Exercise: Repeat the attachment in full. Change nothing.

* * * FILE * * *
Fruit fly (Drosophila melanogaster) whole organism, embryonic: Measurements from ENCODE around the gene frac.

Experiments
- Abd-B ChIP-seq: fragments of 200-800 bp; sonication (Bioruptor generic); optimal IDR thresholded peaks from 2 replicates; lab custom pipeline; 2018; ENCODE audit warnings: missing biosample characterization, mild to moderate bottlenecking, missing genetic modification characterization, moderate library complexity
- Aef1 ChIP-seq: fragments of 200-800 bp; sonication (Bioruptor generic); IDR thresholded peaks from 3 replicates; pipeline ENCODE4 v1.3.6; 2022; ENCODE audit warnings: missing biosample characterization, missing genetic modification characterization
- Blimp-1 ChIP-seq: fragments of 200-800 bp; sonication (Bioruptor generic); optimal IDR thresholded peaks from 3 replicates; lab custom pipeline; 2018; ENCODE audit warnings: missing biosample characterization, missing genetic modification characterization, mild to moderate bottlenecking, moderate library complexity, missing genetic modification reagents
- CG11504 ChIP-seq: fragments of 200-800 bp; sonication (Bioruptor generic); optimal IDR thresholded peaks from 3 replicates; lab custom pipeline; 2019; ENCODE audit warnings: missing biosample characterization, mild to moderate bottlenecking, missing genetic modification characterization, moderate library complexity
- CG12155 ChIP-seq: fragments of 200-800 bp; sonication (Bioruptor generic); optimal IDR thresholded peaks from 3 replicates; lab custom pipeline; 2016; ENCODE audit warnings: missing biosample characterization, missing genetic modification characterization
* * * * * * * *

Fruit fly (Drosophila melanogaster) whole organism, embryonic: Measurements from ENCODE around the gene frac.

Experiments
- Abd-B ChIP-seq: fragments of 200-800 bp; sonication (Bioruptor generic); optimal IDR thresholded peaks from 2 replicates; lab custom pipeline; 2018; ENCODE audit warnings: missing biosample characterization, mild to moderate bottlenecking, missing genetic modification characterization, moderate library complexity
- Aef1 ChIP-seq: fragments of 200-800 bp; sonication (Bioruptor generic); IDR thresholded peaks from 3 replicates; pipeline ENCODE4 v1.3.6; 2022; ENCODE audit warnings: missing biosample characterization, missing genetic modification characterization
- Blimp-1 ChIP-seq: fragments of 200-800 bp; sonication (Bioruptor generic); optimal IDR thresholded peaks from 3 replicates; lab custom pipeline; 2018; ENCODE audit warnings: missing biosample characterization, missing genetic modification characterization, mild to moderate bottlenecking, moderate library complexity, missing genetic modification reagents
- CG11504 ChIP-seq: fragments of 200-800 bp; sonication (Bioruptor generic); optimal IDR thresholded peaks from 3 replicates; lab custom pipeline; 2019; ENCODE audit warnings: missing biosample characterization, mild to moderate bottlenecking, missing genetic modification characterization, moderate library complexity
- CG12155 ChIP-seq: fragments of 200-800 bp; sonication (Bioruptor generic); optimal IDR thresholded peaks from 3 replicates; lab custom pipeline; 2016; ENCODE audit warnings: missing biosample characterization, missing genetic modification characterization